Skookum Joe Andersons Journal
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  1. #1

    Oct 2016
    1190 times
    Researching Treasure Stories Author

    Skookum Joe Andersons Journal

    Skookum Joe Andersons Journal
    Skookum recorded his journey in his diary. Bozeman to Nye, Nye to Red lodge, Red Lodge to Cooke City, and Cooke City to Billings. Mentions getting a letter from Bud McDonnell who could be his partner in Billings, who was to later learn the source of the gold if the heart attack didn’t kill Skookum first.
    He mentioned being trailed and on July 3rd, 1895 was panning and some men came along so he quit panning as if he had nothing, claimed he did not want them to see the gold! On July 5th, several prospectors hang around him again. On July 17th, he mentions a note from O’Donnell and the next day’s entry is get to Billings. It appears McDonnell/O’Donnell are the same person. He was sick when he got to Billings and told O’Donnell it was the richest strike in Montana and would draw a map in the morning. The next day he was found dead in his chair next to the wood stove.
    Where ever he was on July 3rd, 1895, that seems to be the location of his discovery.
    Later I will add more to these new treasure stories.

  2. #2

    Oct 2016
    1190 times
    Researching Treasure Stories Author
    Here is a more fuller version:
    Skookum Joe Anderson’s Lost Lode - We need to start our look into the report of a rich lost ledge by Skookum Joe Anderson from the end of the story: his death. Some sources say Skookum Joe was a half breed. But, the book “Names on the Face of Montana” has an interesting piece about Skookum Joe Anderson. This book says he was not a half breed; he had only lived with Chinook Indians. His parents were actually Norwegian Canadian. While searching the internet, I came across his obituary, which reads:
    Sudden Death of One of the Eastern Montana Pioneers.
    Billings, Mont., March 30, 1897 - Joseph R. Anderson, better known to all old timers as "Skookum Joe," died in this city today of heart failure. Deceased came to Montana in 1863 and followed prospecting, hunting and trapping. He was the original discoverer of the famous Spotted Horse mine at Malden and still owns a third interest in the War Eagle in the same vicinity. He has been residing of late at Columbus but came to Billings about two months ago for medical treatment. He was 54 years old and was born at Paris, Ontario. He was found dead in a chair this morning and appeared to have been putting on his shoes. He was one of the best known characters in eastern Montana, having come to the Yellowstone valley among the very first whites.
    Butte Weekly Miner, Butte, MT 1 Apr 1897
    Anderson, Joseph R. "Skookum Joe" d. 1897, posted in Montana Death Record, July 23, 2008, by Linda Horton.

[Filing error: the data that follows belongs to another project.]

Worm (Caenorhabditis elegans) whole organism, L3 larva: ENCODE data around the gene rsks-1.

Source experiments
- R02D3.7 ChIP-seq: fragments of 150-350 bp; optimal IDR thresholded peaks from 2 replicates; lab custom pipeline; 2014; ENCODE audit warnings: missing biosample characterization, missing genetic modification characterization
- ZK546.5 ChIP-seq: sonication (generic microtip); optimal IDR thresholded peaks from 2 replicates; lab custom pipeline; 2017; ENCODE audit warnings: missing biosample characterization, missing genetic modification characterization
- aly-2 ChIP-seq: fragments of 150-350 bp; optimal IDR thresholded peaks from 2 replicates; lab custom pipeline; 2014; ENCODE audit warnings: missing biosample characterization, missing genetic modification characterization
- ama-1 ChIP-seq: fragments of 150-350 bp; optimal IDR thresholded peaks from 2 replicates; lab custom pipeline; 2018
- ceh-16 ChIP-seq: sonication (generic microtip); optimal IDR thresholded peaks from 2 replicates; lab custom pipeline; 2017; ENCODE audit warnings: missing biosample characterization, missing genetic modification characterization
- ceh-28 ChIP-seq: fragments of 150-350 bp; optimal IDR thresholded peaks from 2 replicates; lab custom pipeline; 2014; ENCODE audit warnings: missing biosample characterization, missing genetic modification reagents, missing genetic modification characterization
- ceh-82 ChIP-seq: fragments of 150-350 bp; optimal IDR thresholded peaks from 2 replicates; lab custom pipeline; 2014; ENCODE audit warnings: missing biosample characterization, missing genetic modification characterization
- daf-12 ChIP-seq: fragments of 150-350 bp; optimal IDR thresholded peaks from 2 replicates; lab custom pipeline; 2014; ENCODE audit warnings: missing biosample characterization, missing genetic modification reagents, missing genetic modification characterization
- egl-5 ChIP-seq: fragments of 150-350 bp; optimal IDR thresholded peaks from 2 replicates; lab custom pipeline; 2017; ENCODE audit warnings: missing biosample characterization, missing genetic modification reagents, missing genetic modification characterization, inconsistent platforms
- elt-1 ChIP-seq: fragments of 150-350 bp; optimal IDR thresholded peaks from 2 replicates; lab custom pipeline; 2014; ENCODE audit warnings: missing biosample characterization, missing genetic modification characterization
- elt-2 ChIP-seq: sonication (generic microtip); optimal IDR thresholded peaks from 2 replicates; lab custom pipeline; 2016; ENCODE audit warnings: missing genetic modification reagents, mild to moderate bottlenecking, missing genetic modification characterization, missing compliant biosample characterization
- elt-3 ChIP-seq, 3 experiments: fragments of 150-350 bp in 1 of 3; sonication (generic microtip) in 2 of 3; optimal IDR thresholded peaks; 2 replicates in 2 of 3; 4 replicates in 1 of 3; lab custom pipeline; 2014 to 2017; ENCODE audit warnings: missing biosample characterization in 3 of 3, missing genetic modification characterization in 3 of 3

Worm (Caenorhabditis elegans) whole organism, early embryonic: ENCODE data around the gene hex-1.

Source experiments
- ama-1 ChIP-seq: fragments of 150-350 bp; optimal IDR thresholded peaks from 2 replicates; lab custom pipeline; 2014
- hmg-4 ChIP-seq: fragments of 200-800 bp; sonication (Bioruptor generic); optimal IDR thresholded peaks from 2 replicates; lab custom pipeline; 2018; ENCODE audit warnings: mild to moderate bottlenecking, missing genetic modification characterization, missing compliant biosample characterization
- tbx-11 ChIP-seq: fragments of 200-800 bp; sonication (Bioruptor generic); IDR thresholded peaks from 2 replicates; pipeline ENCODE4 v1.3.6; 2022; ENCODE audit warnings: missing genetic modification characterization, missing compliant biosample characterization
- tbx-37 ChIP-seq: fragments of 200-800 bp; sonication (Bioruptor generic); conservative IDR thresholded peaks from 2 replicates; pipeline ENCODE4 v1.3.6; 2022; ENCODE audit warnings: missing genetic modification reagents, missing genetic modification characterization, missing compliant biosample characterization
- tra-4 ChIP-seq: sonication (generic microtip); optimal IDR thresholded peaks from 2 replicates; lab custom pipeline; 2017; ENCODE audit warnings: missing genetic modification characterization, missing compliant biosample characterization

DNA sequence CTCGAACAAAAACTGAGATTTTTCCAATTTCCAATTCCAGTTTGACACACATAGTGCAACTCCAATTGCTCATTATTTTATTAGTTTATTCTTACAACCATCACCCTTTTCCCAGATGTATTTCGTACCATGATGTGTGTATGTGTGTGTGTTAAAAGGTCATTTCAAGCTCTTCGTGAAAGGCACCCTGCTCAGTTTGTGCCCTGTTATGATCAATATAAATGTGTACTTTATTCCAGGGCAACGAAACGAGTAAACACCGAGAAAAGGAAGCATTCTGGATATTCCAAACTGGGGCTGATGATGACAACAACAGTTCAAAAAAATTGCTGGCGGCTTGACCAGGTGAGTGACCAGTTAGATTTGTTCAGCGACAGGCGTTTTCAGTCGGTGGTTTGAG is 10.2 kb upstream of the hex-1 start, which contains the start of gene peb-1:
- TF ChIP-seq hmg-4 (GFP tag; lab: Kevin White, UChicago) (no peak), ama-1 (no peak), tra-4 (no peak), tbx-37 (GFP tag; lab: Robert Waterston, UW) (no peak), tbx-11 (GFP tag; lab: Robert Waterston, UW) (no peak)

When his body was found in a sleeping room in Billings, he had his journal. Skookum recorded his journeys in this diary. His journey from Bozeman to Nye; Nye to Red Lodge; Red Lodge to Cooke City; Cooke City to Billings, started the mystery of where the lost ledge was. Joe mentions getting a letter from Bud McDonnell who was his partner in Billings, and/ the person who would have later learned the source of the gold if the heart attack hadn’t killed Skookum Joe first.
    In Joe’s journal, he mentioned being trailed. On July 3rd, 1895, while Skookum was panning for gold, some men came along. Joe quit panning and acted as if he had found nothing, because, as he claimed in his diary, he did not want them to see all the gold!
    On July 5th, several prospectors once again arrived to hang around him. On July 17th, he mentions a note from O’Donnell. (It appears Bud McDonnell and O’Donnell are the same person.) The next day’s entry is “get to Billings.” Skookum Joe Anderson was sick.
    Later, when he saw his partner, O’Donnell, Joe told him that he had come to Billings from the richest strike in Montana. On March 29, 1897, Skookum Joe told O’Donnell that he would draw a map in the morning. The next day Joe was found dead in his chair next to the wood stove. Wherever he had been on July 3rd, 1895, seems to be the location of his discovery. With his death, the location of his last big strike went to the grave with him. Some claim the last journal entry reads as follows, “Believe I found the main lode, location just 3 miles above….” It was shortly after this that Skookum Joe Anderson suffered the fatal heart attack. It is said that he intended to tell his friend where the rich lode was located and draw a map to the site. But fate had other plans.
    An article I found in the Butte Weekly Miner, Butte, MT, dated April 1, 1897, states:
    What has some believing that Skookum had found a rich gold lode were details from his diary. His entry for August 26, 1894 mentioned obtaining gold that day and his belief that the “highlode” is the center of the deposit. The next year he mentioned a “new born hope” and rich prospects. There was supposedly a fellow named Davidson who appeared in the diary as following Skookum and his fear of claim jumping. He mentioned that, to foil claim jumpers, he covered all evidence of his work. More entries are about others in the area of his work, it sounds a bit as if a phobia was haunting him to the point almost of a mental illness. A friend named McDonnell or O’Donnell told him by message to go to Billings. Once he arrived in town he told his friend he had the richest thing in Montana, but not feeling well would draw the map in the morning. Of course, he died that very night, and to this day whatever Skookum had found has never been found by others. He was found dead in his chair next to the stove in a boarding house in Billings.